By Mark Brown
Today it arrived with 20th Century Fox choosing London to launch Avatar, Cameron's sole movie in 12 years – the last being Titanic with its 11 Oscars and record-breaking box office of $1.8bn (£1.1bn).
Cameron said he was just relieved the movie was finally out there. "We can hold our heads high. We got the picture done by the skin of our teeth. It's been a four-and-a-half-year process and it's a relief to let people see it, to quit talking about it, to forget the rumours."
And there have been a lot of rumours. Rumours that the budget was double the stated amount, more like $500m. Rumours that the 3D effects were making people nauseous. Rumours that the film, two hours and 40 minutes long, was a complete car crash.
The Guardian can reveal that the last two are untrue. The film does not make you feel sick and it is not a disaster. All journalists watching the movie in Fox's Soho headquarters had to sign a form agreeing not to publish a review or even express a professional opinion online or in print before Monday.
So by saying Avatar was really much, much better than expected, that it looked amazing and that the story was gripping – if cheesy in many places – the Guardian is in technical breach of the agreement. It is not a breach, however, to report that other journalists leaving the screening were also positive: the terrible film that some had been anticipating had not materialised. It was good.
There is, though, a certain amount of suspension of disbelief needed when watching Avatar. Cynics might sneer at the plot. The film, set in 2154, revolves around a paraplegic marine assigned to a planet where brutish humans are forcing the natives from their homes to mine a precious mineral, unobtanium, which is the only thing that will keep Earth going.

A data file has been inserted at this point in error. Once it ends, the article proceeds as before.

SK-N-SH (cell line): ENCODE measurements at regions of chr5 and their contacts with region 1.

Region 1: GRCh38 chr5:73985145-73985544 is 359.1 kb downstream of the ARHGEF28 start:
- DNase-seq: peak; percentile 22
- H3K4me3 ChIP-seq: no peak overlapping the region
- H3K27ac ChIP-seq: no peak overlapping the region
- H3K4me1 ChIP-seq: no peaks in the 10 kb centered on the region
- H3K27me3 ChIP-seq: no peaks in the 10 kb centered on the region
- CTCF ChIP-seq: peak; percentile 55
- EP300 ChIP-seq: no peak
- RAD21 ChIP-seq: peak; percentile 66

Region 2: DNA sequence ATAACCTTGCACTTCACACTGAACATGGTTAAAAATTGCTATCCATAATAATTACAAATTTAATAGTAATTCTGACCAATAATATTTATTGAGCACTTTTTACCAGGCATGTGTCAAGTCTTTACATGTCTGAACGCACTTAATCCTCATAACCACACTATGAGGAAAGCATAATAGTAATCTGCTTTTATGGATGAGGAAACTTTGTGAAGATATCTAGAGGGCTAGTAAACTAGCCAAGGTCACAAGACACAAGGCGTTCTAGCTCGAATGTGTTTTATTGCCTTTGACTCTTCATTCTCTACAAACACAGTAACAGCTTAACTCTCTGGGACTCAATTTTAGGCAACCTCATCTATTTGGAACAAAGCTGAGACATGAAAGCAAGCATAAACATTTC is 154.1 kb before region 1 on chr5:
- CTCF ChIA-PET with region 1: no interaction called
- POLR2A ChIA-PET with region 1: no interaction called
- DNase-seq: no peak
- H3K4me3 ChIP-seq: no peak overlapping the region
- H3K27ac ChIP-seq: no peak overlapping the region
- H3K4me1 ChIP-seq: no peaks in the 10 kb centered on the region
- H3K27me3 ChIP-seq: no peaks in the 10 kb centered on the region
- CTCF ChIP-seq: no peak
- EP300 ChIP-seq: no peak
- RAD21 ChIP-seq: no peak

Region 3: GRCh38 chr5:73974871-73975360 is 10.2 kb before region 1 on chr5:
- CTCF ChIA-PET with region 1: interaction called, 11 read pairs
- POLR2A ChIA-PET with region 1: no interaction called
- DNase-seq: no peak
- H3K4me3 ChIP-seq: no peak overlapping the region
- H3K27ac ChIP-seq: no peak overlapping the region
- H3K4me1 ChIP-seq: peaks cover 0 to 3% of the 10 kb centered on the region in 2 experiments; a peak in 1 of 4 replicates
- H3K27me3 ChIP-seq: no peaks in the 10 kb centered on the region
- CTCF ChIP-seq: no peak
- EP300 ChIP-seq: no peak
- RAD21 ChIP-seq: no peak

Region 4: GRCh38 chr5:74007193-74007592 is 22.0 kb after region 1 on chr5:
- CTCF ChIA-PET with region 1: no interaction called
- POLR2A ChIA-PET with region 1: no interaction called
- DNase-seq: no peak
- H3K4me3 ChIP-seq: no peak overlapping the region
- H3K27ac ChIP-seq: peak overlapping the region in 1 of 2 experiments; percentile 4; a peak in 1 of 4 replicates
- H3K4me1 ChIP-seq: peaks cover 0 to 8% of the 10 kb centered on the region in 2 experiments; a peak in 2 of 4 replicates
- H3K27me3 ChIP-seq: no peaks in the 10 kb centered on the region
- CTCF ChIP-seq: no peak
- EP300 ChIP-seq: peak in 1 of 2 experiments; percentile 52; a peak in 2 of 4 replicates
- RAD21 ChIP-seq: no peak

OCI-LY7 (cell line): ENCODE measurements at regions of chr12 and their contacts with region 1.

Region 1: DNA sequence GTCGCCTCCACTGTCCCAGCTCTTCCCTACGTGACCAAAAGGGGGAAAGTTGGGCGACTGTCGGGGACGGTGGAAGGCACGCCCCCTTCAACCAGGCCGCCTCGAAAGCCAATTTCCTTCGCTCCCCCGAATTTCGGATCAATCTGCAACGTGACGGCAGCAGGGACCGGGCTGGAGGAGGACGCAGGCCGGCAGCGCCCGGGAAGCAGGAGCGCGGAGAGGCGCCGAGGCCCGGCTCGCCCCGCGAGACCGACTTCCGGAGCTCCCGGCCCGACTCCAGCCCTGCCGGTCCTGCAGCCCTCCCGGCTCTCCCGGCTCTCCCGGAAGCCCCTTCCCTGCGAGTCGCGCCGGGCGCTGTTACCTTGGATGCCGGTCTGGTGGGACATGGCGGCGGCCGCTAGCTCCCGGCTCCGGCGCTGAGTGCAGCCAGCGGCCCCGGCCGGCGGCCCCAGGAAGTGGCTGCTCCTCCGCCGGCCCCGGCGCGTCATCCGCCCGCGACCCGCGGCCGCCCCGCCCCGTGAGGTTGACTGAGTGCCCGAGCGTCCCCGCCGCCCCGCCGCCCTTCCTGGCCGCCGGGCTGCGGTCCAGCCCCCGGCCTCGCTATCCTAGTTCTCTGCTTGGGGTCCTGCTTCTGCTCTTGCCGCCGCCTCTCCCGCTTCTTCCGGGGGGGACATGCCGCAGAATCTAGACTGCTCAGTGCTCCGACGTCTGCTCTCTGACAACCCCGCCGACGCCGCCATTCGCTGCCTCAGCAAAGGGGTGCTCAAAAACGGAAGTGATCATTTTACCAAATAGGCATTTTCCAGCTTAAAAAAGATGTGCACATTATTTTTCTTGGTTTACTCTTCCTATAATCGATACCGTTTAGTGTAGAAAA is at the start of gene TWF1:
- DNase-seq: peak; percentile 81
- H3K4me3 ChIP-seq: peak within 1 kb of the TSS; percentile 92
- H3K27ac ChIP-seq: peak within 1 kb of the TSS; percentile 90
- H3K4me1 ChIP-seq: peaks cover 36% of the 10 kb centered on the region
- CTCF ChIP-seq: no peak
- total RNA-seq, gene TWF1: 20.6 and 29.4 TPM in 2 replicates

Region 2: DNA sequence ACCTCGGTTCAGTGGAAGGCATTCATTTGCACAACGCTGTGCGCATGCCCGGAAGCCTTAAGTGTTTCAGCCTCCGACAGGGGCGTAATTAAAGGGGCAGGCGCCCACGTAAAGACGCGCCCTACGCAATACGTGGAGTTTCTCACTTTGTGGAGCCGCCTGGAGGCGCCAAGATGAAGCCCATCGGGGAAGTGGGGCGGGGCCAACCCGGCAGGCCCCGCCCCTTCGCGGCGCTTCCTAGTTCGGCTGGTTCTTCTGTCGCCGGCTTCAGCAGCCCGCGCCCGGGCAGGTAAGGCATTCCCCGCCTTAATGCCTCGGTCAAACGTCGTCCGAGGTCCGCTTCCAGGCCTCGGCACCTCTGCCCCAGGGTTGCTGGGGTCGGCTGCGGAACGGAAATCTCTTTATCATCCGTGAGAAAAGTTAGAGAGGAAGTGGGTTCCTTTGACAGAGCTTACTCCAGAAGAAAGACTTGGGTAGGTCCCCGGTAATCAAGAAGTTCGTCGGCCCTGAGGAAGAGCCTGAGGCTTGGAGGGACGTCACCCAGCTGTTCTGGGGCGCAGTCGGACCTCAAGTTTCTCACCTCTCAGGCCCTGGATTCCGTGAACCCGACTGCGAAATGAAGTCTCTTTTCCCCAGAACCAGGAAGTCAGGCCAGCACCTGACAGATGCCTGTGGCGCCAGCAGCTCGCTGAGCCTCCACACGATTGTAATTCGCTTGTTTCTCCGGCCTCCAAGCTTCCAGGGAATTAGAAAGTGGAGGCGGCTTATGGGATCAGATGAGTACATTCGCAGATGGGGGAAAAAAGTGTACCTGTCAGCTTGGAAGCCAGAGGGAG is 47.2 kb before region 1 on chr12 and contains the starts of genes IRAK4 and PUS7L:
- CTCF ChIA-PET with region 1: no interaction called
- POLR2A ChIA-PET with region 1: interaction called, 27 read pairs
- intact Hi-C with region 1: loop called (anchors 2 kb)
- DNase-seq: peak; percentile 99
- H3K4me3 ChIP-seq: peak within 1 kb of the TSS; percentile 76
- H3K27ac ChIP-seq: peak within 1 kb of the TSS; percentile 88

To get it they need to blast away an agreeable species called the Na'vi – 12ft or so blue humanoids with tails and pixie eyes. Sam Worthington as the paraplegic marine pretends to be a Na'vi through avatar technology. At first he's on the nasty human military side but he falls in love, gains a conscience and so on.
Perhaps most surprising was the politics. At one stage the deranged general leading the attack, with echoes of George W Bush, declares: "Our survival relies on pre-emptive action. We will fight terror, with terror." There is more shock and awe in this movie than almost any other.
Cameron agreed there was a connection to recent events but there were also references to Vietnam, and to the 16th- and 17th-century European colonisation of the Americas. "There is this long wonderful history of the human race written in blood going back as far as can be remembered. We have this tendency to just take what we want. And that's how we treat the natural world as well. There's this sense of we're here, we're big, we've got the guns, we've got the technology, therefore we're entitled to every damn thing on this planet. That's not how it works and we're going to find out the hard way if we don't kind of wise up and start seeking a life that's in balance with the natural life on Earth."
The film will open at cinemas next week and gets its world premiere in London tonight with Cameron joined by the actors Sigourney Weaver, Sam Worthington and Zoe Saldano in Leicester Square.
Audiences will be able to watch in normal 2D or in what Cameron called the "turbo-charged" version, 3D. Some industry observers are hoping that audiences will be so blown away by the effects that 3D starts becoming the norm.
If it does well – and there seems little doubt that it will not – then can we expect more? "We'll see," said Cameron. "But yes, I have a story worked out for a second film and a third film."